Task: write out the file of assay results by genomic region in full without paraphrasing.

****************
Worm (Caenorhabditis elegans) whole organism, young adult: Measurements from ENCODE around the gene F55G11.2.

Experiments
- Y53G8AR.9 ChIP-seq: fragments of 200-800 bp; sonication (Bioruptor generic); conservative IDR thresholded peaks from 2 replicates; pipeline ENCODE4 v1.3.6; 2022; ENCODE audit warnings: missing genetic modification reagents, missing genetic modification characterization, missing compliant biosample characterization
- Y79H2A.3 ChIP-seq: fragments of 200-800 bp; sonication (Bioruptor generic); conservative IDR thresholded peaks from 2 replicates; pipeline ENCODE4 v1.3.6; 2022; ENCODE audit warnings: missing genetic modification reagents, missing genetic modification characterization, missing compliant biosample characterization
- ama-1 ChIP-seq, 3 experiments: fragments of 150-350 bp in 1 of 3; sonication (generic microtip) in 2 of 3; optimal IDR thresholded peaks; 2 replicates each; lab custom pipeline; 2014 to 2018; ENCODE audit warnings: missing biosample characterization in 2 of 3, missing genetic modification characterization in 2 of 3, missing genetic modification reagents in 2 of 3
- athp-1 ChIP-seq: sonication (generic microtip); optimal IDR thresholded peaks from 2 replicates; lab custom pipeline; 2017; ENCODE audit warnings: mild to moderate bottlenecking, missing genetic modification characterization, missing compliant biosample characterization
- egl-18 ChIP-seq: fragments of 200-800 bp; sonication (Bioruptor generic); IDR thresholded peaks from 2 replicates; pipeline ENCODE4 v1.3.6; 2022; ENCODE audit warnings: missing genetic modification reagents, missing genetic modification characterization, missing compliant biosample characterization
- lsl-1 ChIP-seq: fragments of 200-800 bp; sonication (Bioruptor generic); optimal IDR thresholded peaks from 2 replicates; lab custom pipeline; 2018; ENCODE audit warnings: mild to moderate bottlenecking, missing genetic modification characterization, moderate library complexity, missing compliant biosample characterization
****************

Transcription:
Worm (Caenorhabditis elegans) whole organism, young adult: Measurements from ENCODE around the gene F55G11.2.

Experiments
- Y53G8AR.9 ChIP-seq: fragments of 200-800 bp; sonication (Bioruptor generic); conservative IDR thresholded peaks from 2 replicates; pipeline ENCODE4 v1.3.6; 2022; ENCODE audit warnings: missing genetic modification reagents, missing genetic modification characterization, missing compliant biosample characterization
- Y79H2A.3 ChIP-seq: fragments of 200-800 bp; sonication (Bioruptor generic); conservative IDR thresholded peaks from 2 replicates; pipeline ENCODE4 v1.3.6; 2022; ENCODE audit warnings: missing genetic modification reagents, missing genetic modification characterization, missing compliant biosample characterization
- ama-1 ChIP-seq, 3 experiments: fragments of 150-350 bp in 1 of 3; sonication (generic microtip) in 2 of 3; optimal IDR thresholded peaks; 2 replicates each; lab custom pipeline; 2014 to 2018; ENCODE audit warnings: missing biosample characterization in 2 of 3, missing genetic modification characterization in 2 of 3, missing genetic modification reagents in 2 of 3
- athp-1 ChIP-seq: sonication (generic microtip); optimal IDR thresholded peaks from 2 replicates; lab custom pipeline; 2017; ENCODE audit warnings: mild to moderate bottlenecking, missing genetic modification characterization, missing compliant biosample characterization
- egl-18 ChIP-seq: fragments of 200-800 bp; sonication (Bioruptor generic); IDR thresholded peaks from 2 replicates; pipeline ENCODE4 v1.3.6; 2022; ENCODE audit warnings: missing genetic modification reagents, missing genetic modification characterization, missing compliant biosample characterization
- lsl-1 ChIP-seq: fragments of 200-800 bp; sonication (Bioruptor generic); optimal IDR thresholded peaks from 2 replicates; lab custom pipeline; 2018; ENCODE audit warnings: mild to moderate bottlenecking, missing genetic modification characterization, moderate library complexity, missing compliant biosample characterization